Thomas Wolfe, a young novelist from back-of-beyond North Carolina, convinced that he was a genius and desperate to be heard, writes to all the publishers in New York.  Max Perkins, editor of Fitzgerald and Hemingway, agrees to publish him.  Wolfe is a totally undisciplined writer, and his manuscript needs a lot of work.  Somehow, the collaboration works, and the book is a commercial success.  At that point, Wolfe dumps Perkins, as he seems to have dumped nearly everyone he no longer needs.   Wolfe dies young, so we never know what else he might have written with a normal life span.

This movie has an interesting story, a good script, and a terrific cast.  Yet somehow it falls flat.  I think it’s because two of the three leads, while fine actors, are badly miscast.

Jude Law, an often under-rated actor, gives a fantastic performance as Wolfe, a man from nowhere who somehow speaks in flamboyant poetry, and who experiences life in all its majesty with a passionate intensity (and not much concern for anyone else).

I can’t say as much for Nicole Kidman, who plays Aline Bernstein, the woman who left her husband and family for Wolfe and bankrolled him before he became famous.  In real life, Bernstein was short, plain, and significantly older than Wolfe; Kidman is none of those things, Bernstein’s bizarre, public suicide attempt, while faithfully reproduced, is not credible in Kidman’s portrayal — as an actress, Kidman is simply too beautiful, too resilient, and has too much dignity for us to bridge the gap between movie and reality.    It’s as if Robert Redford had played the lead in The Graduate instead of Dustin Hoffman (don’t laugh — Redford auditioned for the role).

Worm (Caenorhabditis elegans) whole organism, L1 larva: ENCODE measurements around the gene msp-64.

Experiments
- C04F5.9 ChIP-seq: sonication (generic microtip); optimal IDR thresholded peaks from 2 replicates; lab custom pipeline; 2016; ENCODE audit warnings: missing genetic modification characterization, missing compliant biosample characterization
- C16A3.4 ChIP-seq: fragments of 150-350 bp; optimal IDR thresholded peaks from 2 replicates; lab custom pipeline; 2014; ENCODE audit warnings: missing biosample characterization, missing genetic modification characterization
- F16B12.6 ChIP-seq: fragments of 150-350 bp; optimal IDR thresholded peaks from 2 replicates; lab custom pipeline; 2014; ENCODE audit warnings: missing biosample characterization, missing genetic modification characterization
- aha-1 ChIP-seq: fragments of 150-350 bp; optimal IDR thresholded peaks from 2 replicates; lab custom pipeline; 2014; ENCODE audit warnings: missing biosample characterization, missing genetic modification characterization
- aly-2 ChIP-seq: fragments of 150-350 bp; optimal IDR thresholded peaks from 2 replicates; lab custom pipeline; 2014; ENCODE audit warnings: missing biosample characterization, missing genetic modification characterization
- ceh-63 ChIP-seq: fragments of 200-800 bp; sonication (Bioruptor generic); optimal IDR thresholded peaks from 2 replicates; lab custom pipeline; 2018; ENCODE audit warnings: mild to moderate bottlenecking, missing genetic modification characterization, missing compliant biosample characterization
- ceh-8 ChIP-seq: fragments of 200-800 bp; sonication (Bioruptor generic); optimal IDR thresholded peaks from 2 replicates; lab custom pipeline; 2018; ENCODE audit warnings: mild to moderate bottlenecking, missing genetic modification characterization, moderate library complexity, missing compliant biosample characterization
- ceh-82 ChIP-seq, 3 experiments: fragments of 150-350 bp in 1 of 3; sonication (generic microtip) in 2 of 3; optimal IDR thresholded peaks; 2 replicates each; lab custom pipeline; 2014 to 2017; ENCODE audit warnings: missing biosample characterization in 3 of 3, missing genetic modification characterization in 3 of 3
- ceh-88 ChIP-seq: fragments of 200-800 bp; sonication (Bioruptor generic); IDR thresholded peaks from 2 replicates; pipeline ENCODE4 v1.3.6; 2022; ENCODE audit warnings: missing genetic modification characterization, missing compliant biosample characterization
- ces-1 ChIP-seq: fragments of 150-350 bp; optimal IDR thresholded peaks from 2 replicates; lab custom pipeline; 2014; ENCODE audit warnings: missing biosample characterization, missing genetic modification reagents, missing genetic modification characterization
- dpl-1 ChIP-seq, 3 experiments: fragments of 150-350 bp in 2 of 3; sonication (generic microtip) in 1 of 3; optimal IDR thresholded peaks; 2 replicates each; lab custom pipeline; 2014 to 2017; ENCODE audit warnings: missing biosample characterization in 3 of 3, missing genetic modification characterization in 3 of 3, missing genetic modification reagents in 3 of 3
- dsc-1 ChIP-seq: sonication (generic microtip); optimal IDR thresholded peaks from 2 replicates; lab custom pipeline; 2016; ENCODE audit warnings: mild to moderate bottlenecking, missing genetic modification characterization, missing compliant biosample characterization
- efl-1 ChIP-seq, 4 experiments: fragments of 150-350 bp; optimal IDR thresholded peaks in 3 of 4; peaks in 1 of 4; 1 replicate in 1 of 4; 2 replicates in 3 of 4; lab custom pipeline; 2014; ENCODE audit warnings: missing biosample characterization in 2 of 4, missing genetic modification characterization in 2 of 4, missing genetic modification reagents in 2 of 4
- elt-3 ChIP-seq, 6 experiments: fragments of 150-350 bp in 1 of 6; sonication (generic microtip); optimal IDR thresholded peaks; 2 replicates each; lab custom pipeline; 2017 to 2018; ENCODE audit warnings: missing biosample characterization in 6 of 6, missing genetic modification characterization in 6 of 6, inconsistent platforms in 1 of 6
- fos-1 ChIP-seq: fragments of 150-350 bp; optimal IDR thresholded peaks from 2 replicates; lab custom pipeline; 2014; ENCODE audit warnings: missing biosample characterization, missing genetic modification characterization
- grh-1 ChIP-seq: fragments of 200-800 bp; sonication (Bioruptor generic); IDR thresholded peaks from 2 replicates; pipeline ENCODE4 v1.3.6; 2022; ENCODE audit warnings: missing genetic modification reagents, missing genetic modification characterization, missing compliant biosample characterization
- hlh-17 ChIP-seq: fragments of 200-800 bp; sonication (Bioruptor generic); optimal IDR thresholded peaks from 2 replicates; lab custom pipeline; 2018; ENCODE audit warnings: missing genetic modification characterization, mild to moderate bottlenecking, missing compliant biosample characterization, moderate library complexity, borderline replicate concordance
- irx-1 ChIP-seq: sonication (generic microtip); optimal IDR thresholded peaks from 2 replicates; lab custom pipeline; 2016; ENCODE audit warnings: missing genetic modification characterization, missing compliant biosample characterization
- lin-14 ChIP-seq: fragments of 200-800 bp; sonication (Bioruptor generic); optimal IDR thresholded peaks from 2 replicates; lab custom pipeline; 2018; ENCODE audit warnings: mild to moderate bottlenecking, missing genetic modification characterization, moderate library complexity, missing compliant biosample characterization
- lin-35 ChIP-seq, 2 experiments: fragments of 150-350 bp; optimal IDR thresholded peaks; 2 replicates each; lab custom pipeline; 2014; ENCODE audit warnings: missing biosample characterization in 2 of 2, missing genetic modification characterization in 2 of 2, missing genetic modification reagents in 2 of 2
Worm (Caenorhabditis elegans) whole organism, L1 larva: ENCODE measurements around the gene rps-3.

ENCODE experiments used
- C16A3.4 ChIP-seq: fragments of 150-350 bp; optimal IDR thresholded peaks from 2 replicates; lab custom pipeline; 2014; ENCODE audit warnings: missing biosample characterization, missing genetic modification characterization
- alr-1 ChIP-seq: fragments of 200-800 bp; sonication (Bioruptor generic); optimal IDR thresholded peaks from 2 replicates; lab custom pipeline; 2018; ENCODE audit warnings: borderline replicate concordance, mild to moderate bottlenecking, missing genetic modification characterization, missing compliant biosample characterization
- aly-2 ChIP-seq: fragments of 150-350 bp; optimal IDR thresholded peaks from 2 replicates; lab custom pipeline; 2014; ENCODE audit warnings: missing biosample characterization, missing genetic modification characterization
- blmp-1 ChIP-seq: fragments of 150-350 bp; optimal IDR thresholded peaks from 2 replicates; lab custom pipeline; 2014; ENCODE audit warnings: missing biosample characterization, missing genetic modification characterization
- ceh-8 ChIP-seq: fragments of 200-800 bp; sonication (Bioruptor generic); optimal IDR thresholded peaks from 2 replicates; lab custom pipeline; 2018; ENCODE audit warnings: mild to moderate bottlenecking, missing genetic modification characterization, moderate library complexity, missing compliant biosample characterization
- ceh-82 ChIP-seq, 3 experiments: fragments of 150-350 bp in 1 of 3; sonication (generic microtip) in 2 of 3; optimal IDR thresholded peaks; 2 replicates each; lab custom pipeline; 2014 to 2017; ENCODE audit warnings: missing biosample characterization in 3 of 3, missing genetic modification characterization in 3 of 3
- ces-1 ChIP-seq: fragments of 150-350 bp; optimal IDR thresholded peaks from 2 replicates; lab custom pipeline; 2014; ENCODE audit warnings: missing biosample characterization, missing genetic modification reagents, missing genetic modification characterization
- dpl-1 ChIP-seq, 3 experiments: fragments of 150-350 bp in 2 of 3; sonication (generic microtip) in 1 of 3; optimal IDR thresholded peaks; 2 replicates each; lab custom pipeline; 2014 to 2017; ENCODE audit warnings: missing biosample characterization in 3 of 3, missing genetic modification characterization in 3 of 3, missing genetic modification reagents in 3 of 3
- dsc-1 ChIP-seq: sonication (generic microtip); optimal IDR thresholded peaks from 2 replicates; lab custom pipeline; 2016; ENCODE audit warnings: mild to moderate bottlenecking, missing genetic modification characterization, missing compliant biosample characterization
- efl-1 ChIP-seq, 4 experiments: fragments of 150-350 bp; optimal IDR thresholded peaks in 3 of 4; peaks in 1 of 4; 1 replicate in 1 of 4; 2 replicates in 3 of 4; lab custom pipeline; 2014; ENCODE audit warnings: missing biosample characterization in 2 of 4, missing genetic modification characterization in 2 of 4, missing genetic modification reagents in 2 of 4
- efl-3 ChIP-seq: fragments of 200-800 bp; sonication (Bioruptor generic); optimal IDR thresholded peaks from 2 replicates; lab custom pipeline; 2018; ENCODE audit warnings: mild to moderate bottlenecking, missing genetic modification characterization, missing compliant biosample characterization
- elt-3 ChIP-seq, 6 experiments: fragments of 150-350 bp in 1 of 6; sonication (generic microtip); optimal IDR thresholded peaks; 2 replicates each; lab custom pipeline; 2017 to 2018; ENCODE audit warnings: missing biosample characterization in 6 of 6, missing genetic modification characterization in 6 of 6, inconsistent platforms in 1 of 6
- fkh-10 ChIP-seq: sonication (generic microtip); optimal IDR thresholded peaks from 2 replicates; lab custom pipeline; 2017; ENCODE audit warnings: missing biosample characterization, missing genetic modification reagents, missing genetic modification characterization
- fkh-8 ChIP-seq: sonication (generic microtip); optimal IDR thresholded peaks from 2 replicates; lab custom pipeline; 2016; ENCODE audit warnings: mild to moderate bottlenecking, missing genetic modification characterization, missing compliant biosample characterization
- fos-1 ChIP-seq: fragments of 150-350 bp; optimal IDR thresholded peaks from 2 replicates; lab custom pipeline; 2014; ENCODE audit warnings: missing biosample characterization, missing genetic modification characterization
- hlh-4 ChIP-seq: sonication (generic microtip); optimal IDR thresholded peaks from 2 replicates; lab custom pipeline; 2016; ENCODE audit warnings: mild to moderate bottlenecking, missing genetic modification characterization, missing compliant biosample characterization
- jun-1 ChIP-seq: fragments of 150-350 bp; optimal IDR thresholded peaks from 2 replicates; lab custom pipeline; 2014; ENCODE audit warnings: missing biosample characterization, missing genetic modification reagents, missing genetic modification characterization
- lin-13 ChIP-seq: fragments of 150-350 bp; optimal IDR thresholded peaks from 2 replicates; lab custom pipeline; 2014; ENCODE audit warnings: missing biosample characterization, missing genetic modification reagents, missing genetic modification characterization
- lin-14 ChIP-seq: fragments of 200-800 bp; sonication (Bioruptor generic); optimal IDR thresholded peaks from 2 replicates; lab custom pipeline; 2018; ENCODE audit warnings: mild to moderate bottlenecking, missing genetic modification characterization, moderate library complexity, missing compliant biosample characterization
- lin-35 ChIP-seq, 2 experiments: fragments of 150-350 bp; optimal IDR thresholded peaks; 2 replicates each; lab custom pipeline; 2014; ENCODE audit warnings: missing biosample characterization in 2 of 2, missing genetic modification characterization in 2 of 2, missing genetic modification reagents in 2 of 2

The bigger problem, though, is with Colin Firth, a fine actor who seems to have completely misunderstood his character.  We are told that Perkins has “the gift of friendship.”  But as portrayed by Firth, he is taciturn and morose.  We see the joy he gets from reading Wolfe’s work — but not how he conveys his admiration to the author himself.  Maybe it’s the hat.  Perkins was known for wearing hats everywhere, even at the dinner table.  But since nobody in the movie mentions it, even as a jocular aside (“Whatever you do, don’t ask him about his hat”), it just comes across as weird.

Two scenes in the movie give a tantalizing hint of how good this movie could have been.  One is a scene between Perkins and Hemingway (Dominic West !).  The two men engage in a kind of easy camaraderie and mutual respect that likely made Perkins such a genius editor.  But we don’t ever see that side of him again.  The second scene occurs towards the end of the movie, when Perkins meets Wolfe’s mother, an aging country woman who eagerly starts speaking to him in flamboyant poetry. Now we know where Tom came from — but where did she?

Postcript:  Firth based his accent on Archibald Cox, the special prosecutor who was famously fired by Richard Nixon in what became known as the “Saturday Night Massacre.”  Cox apparently sounded a lot like Perkins, and with good reason — he was his nephew.

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